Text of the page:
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- Kaanchi Ahuja and Co-authored by Divanshu Kashyap


Censorship is to art as lynching is to justice

- Henry Louis Gates Jr.

Portraying itself as one of the most essential sources of entertainment and information, the
Cinema not only rejoices a very prime positioning in the public domain but also serves as a
tool in impacting the minds and hearts of people worldwide. Down the years, Cinema in India
has reached its own destination, created its own history, and touched its own milestones.

The beginning of the article talks about the role of cinema as a medium of expression. The
article further explains the development of cinema in today’s world and how the cinema is
working as a social monitor.

Afterwards, in the following paragraphs the article talks about the Cinema as a medium of
speech and expression in relation with the Article.19 (1) (a) of the Indian Constitution.
Thereupon, the article deals with the issue of censorship governed by central board of film
certification (CBFC) as an infringement to freedom of speech and expression.

In the subsequent paragraphs, the article deals with the various factors which are infringing
the freedom of speech and expression of Cinema. Further, the involvement of politics, an
autocratic behaviour of CBFC and the problems of filmmakers are also discussed.

In conclusion, the article ends upon stating the methods and suggestions put forward for
maintaining a balance in the works of Central Board of Film Certification (CBFC).


Cinema means the process or technique of making motion pictures. It is an artistic expression
and one of the most powerful means of communication. It is widely popular as it possess the
power of captivating the audience through its audio-visual effect. Cinema is not only the source
of entertainment but it also provides us with the ideas, thoughts and suggestions.

In the beginning of film industry the film-makers sole agenda was entertainment. But in today’s
era, the objectives and aspirations of Indian cinema have changed dramatically. Cinema being
a powerful audio visual medium, problems focusing on social, cultural, political, communal
issues can be projected in a versatile and well framed manner.

Earlier people used to come out of theatres feeling mildly satisfied that two hours were well
spent with some entertainment, action and comedy. But the position has now changed
dramatically. People feel emotionally and psychologically connected to the movies as they are
leaving a greater impact on the targeted audience.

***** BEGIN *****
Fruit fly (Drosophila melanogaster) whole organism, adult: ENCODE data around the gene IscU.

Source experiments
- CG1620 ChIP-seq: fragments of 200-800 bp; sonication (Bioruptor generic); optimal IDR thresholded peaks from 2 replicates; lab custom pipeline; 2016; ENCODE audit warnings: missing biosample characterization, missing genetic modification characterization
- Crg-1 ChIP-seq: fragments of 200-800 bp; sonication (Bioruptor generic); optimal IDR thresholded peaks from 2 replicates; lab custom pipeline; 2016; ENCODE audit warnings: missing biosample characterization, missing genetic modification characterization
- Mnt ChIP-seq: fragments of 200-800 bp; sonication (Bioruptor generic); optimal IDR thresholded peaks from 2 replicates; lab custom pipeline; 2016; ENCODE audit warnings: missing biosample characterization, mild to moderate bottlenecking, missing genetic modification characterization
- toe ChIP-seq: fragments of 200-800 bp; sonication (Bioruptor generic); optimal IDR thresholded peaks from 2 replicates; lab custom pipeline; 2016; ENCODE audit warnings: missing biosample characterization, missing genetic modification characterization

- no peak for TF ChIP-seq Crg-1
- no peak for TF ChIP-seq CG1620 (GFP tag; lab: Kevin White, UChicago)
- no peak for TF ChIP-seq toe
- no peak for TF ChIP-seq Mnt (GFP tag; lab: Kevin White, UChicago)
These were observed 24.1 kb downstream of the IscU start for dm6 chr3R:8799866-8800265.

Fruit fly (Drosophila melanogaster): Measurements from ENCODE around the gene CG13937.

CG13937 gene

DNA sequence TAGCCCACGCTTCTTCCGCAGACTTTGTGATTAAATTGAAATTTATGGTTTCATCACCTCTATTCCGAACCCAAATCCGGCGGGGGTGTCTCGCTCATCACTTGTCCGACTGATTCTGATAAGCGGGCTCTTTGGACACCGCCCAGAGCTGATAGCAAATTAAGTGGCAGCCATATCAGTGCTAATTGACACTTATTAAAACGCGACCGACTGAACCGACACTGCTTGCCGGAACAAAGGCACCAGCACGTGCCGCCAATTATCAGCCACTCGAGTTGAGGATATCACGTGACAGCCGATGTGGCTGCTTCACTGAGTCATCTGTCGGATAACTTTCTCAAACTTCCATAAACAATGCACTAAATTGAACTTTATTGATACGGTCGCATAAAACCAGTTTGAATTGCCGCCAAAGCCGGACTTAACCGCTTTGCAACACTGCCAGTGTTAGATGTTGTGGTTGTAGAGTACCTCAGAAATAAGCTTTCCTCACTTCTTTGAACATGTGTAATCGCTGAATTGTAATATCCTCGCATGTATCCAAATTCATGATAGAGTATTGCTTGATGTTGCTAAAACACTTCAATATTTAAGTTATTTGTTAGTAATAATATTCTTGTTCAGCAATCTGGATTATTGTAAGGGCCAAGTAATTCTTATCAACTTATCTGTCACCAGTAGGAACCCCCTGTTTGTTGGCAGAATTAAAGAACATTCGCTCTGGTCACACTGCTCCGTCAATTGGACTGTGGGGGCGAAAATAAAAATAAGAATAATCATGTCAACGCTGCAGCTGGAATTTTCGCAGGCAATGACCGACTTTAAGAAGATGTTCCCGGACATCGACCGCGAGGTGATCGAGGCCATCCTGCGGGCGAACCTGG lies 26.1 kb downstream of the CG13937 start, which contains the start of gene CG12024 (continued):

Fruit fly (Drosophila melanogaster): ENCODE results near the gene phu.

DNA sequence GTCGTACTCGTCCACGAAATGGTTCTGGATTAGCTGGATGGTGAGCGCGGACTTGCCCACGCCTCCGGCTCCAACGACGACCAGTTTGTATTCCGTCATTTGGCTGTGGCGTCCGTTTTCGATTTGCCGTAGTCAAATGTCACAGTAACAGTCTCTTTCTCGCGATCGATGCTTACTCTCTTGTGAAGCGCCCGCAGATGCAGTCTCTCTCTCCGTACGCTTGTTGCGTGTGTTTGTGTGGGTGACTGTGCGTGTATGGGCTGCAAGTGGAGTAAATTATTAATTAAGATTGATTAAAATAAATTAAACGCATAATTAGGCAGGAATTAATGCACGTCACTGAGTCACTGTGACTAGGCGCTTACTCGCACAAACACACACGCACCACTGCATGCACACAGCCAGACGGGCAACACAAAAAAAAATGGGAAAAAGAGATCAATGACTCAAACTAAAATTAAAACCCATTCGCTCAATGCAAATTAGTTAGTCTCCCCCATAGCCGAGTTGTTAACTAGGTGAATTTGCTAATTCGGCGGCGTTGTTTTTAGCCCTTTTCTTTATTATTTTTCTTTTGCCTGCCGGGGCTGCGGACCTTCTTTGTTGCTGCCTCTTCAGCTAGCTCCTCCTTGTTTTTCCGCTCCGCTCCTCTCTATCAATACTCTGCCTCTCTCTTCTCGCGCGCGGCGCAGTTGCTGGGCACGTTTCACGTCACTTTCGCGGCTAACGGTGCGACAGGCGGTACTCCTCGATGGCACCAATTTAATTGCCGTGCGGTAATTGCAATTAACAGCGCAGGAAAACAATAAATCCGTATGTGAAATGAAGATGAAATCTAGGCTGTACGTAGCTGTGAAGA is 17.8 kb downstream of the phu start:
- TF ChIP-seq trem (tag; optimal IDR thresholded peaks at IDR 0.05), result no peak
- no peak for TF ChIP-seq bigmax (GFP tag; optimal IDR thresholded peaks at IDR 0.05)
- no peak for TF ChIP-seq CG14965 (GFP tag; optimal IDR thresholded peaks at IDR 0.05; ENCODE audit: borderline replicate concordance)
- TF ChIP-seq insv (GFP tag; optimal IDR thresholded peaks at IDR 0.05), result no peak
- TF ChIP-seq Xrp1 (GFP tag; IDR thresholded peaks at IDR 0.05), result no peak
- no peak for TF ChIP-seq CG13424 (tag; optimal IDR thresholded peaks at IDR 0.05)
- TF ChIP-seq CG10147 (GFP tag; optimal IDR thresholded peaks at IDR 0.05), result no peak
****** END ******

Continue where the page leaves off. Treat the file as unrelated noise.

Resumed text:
Nowadays, films are working as a social monitor. Films have been effective in projecting social
problems, for example, the film 'Toilet – Ek Prem Katha' well-presented the problem of
sanitation in rural areas, ‘Padman’ depicted the problem of menstrual hygiene and movies such
as ‘PK’ and ‘OMG! Oh my god’ are characterised as thought provoking movies which aims
to remind the audience about the universal message that God is one and fraudulent Godmen
have tried to commercialize religion. Thus it can be seen that the cinema has always done a
remarkable job in creating a type of visual public 'consensus'.


Speech is God's gift to mankind and it is through speech that a human being conveys his
thoughts, sentiments and feeling to others. "Everyone has the right to freedom of opinion and
expression; the right includes freedom to hold opinions without interference and to seek and
receive and impart information and ideas through any media and regardless of frontiers." 1

The people of India declared in the Preamble of the Constitution, which they gave unto
themselves their resolve to secure to all the citizens liberty of thought and expression. This
resolve is reflected in Article 19(1) (a) - Freedom of Speech and Expression, which is one of
the Articles found in Part III of the Constitution, which enumerates the Fundamental Rights.

1 Universal Declaration of Human Rights (1948)

Explaining the scope of freedom of speech and expression in Romesh Thappar v. State of
Madras,2 the Supreme Court has said that the words "freedom of speech and expression" must
be broadly constructed to include the freedom to circulate one's views by words of mouth or in
writing or through audiovisual instrumentalities. In the famous case of A.K Gopallan v. State
of Madras3 it was held that “A man, as rational being, desires to do many things, but in a civil
society his desires have to be controlled, regulated and reconciled with the exercise of similar
desires by other individuals.”

The guarantee of each of the above right is, therefore, restricted by the Constitution in the larger
interest of the community. The right to freedom of speech and expression is subject to
reasonable restrictions imposed under Article 19 (2) which includes Sovereignty and Security
of the State, Friendly relations with foreign states, Public order, Decency or morality, contempt
of court, defamation and incitement of offence.


By 1912, Indians were not only watching films but also making their own. After dozens of
home-grown newsreels and shorts, the first full-length feature, D.G. Phalke’s Raja
Harishchandra, was released in 1913. In 1917, a Bill introduced in the imperial legislative
council noted the “rapid growth in the popularity of cinematograph and increasing number of
such exhibitions in India”. It recommended the creation of a law that would ensure both safety
and the “protection of the public from indecent or otherwise objectionable representations”.
Thus was born the Cinematograph Act of 1918.


The 1918 Act gave the District Magistrate the power to issue licenses to exhibitors, and the
government to appoint inspectors to examine and certify films as “suitable for public
exhibition”. It did not, however, mention what the inspectors were to look out for. The Indian
Cinematograph Committee (ICC) of 1927-28 was the first comprehensive inquiry into movie